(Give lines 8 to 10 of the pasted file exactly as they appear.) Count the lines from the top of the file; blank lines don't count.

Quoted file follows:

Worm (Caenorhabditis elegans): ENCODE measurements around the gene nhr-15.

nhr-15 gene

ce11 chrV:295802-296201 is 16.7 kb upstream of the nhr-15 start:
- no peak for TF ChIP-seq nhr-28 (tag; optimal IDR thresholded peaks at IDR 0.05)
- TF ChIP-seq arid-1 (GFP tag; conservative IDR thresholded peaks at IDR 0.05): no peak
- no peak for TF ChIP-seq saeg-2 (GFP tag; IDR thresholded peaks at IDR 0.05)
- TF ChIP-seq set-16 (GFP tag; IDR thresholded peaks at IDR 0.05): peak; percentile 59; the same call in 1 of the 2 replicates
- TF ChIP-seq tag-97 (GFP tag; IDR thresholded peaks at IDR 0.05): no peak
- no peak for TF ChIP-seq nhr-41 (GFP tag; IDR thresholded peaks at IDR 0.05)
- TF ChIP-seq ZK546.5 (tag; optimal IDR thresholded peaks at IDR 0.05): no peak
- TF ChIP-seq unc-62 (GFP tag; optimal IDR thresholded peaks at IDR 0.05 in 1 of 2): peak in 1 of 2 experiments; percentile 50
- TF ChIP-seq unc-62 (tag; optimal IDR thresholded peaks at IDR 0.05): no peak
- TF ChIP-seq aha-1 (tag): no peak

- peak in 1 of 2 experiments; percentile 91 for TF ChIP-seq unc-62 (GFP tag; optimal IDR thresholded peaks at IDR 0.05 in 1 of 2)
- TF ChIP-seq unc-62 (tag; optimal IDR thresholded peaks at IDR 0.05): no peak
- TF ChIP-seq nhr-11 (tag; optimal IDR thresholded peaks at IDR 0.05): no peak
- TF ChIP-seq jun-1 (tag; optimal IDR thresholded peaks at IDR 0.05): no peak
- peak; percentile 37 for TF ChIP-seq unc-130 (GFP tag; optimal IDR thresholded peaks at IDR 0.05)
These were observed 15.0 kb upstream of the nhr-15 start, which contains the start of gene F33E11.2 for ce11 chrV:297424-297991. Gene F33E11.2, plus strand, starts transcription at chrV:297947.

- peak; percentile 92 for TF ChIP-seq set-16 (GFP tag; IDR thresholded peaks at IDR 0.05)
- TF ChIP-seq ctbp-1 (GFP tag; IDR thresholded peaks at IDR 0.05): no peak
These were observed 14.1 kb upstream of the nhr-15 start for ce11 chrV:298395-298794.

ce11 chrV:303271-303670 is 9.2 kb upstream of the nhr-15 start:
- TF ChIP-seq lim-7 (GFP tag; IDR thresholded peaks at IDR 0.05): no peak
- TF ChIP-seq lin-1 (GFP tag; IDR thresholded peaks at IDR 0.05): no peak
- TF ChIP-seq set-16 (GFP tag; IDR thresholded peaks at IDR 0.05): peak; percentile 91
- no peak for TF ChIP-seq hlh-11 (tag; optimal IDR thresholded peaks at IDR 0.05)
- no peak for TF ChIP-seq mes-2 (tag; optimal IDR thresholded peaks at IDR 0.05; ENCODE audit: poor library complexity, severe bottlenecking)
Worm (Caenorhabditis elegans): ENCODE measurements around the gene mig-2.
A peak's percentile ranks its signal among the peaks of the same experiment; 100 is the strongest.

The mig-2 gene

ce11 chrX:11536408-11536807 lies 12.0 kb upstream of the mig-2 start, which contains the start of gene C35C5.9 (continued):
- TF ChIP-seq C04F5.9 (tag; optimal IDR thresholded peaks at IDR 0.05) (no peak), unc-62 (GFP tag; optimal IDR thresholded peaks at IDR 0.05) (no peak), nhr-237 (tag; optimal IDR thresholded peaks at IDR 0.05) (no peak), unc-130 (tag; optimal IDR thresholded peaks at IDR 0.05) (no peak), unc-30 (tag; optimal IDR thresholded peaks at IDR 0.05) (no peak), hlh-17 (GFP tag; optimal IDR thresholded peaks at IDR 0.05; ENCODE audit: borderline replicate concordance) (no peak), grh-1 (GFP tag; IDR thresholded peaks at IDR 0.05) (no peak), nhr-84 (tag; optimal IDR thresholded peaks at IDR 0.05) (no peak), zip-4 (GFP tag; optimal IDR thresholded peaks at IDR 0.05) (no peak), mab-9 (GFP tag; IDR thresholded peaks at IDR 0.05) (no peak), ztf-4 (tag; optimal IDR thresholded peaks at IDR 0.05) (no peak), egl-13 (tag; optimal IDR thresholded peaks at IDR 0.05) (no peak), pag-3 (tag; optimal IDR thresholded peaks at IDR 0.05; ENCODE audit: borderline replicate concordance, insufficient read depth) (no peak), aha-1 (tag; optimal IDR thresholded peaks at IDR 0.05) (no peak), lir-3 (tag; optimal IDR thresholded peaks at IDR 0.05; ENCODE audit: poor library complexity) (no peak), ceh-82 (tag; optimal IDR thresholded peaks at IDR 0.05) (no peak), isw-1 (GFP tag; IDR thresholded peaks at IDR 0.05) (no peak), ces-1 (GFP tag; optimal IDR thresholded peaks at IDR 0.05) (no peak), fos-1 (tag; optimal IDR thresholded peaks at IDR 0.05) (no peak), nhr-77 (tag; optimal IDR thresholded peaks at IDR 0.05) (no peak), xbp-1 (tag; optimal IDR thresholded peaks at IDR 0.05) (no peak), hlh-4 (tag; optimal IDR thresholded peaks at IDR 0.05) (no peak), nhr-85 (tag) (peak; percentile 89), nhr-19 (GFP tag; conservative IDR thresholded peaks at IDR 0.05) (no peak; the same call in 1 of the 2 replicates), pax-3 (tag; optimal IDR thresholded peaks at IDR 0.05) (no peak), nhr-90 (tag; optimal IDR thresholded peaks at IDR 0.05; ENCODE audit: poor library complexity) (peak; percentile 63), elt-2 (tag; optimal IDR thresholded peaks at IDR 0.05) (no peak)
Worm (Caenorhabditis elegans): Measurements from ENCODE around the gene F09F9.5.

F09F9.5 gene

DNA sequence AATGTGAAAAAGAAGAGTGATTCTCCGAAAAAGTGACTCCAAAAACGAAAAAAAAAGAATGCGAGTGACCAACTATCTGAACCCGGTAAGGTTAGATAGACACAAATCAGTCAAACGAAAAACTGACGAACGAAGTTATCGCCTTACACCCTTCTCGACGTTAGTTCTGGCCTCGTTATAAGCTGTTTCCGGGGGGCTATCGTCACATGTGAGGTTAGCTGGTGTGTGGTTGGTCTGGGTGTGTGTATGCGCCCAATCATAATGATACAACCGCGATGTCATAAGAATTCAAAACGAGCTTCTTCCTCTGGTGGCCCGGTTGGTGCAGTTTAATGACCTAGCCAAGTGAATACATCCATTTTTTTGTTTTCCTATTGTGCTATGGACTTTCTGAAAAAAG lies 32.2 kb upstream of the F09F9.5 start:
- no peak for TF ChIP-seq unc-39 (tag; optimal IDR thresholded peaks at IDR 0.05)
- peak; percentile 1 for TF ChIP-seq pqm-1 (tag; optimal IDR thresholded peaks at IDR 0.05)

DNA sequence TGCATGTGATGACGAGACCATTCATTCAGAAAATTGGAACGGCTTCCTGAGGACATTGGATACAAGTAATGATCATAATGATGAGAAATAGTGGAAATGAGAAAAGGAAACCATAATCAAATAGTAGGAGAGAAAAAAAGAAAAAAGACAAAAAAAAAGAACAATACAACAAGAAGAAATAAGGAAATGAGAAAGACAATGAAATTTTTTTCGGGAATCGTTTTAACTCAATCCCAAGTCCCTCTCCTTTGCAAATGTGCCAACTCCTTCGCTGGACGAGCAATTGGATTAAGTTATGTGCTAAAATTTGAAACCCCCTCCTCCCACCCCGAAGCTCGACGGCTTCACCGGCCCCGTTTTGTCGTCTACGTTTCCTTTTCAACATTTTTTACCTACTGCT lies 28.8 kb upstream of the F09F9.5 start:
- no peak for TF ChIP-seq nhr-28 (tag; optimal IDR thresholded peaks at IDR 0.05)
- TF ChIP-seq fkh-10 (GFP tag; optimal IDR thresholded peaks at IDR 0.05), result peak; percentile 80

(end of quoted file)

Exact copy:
- TF ChIP-seq tag-97 (GFP tag; IDR thresholded peaks at IDR 0.05): no peak
- no peak for TF ChIP-seq nhr-41 (GFP tag; IDR thresholded peaks at IDR 0.05)
- TF ChIP-seq ZK546.5 (tag; optimal IDR thresholded peaks at IDR 0.05): no peak